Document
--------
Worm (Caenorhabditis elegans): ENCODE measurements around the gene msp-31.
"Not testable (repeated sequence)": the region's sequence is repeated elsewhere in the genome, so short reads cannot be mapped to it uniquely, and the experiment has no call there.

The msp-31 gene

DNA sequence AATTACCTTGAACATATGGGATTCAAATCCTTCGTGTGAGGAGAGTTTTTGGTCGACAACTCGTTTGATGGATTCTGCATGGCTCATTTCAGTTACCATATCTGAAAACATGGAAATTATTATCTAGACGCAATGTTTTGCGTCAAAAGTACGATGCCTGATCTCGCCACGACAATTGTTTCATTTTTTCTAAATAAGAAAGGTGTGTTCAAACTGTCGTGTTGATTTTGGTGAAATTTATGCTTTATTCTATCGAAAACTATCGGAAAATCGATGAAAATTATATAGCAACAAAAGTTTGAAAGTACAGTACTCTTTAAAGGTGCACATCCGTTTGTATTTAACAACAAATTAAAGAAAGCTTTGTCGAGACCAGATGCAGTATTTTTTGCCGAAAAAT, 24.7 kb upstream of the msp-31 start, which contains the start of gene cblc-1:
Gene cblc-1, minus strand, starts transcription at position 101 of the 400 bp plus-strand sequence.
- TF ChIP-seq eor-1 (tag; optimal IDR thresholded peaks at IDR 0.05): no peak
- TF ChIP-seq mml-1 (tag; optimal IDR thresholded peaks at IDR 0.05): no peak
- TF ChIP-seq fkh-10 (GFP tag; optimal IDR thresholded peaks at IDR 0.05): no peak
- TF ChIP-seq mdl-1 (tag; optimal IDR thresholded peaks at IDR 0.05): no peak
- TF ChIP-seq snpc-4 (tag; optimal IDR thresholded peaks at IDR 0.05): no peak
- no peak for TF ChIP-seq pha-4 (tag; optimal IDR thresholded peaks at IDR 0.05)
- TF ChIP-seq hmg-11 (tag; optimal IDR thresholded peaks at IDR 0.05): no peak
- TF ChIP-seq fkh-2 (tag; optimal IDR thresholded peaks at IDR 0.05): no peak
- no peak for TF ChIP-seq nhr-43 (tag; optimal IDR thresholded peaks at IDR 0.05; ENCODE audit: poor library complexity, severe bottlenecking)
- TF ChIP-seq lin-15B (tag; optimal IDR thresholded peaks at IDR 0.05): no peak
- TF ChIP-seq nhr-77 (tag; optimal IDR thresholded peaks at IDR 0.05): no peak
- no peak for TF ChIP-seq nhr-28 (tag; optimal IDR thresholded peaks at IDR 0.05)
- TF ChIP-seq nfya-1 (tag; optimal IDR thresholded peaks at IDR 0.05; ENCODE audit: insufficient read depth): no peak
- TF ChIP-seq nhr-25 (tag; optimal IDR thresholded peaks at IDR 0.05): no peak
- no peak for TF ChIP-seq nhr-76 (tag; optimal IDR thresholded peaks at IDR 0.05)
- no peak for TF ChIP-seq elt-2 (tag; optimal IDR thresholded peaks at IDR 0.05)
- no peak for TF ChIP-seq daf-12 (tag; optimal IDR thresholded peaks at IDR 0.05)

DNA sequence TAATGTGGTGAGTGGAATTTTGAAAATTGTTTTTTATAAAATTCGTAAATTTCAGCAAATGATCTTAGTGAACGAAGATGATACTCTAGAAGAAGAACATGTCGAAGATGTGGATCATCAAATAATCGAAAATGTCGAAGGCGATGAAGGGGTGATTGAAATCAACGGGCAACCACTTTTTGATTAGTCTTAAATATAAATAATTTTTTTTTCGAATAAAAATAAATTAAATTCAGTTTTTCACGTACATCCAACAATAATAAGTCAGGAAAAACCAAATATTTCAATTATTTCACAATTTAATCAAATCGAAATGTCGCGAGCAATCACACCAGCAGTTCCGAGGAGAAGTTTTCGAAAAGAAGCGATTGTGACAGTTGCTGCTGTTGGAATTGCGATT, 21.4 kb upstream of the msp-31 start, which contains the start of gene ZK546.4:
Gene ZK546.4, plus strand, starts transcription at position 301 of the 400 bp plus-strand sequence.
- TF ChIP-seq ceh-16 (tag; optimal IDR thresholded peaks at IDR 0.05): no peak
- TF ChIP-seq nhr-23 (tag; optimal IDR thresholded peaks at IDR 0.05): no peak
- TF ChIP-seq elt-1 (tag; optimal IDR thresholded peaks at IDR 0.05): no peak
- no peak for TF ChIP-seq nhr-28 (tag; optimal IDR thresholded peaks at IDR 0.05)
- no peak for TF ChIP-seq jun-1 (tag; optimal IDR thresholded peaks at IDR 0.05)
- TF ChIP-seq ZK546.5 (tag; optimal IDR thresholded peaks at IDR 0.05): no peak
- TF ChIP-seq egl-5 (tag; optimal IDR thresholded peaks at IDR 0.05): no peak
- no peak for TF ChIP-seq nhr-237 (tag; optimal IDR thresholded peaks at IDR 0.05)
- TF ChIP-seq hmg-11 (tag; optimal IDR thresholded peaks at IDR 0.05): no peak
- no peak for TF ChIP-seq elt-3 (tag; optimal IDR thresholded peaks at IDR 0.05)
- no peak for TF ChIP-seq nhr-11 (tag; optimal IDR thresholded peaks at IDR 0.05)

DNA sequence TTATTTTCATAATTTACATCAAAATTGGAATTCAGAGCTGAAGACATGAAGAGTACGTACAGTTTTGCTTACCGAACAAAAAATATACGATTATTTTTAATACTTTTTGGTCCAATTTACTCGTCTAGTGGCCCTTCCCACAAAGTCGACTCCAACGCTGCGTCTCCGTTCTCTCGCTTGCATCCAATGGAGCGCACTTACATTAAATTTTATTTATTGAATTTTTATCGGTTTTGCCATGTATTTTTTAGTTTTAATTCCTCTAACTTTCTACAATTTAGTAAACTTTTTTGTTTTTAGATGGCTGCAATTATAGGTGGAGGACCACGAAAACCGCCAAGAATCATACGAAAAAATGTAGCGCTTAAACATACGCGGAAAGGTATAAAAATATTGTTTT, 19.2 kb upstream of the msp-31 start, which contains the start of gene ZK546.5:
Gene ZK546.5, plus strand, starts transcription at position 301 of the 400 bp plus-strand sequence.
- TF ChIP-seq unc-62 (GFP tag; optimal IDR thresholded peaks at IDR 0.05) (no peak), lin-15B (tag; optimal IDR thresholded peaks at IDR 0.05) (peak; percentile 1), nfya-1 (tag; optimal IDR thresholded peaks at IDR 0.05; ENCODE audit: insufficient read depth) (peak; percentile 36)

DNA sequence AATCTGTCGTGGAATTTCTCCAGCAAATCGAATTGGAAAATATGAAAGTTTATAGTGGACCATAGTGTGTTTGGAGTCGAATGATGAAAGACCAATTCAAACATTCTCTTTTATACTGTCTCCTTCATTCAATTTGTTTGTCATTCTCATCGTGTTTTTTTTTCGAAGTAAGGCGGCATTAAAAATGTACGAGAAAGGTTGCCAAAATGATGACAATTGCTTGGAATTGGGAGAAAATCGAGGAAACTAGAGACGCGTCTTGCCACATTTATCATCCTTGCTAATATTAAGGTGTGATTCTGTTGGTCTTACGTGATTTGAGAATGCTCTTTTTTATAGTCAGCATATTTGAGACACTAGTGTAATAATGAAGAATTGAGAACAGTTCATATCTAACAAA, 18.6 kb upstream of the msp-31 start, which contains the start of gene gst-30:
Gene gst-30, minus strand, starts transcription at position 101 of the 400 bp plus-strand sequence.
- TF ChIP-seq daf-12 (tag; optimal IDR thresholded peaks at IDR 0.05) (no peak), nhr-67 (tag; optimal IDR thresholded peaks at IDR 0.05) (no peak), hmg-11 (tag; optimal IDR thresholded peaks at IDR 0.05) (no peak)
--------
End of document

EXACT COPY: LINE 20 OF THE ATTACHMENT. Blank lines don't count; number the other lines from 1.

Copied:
- no peak for TF ChIP-seq nhr-76 (tag; optimal IDR thresholded peaks at IDR 0.05)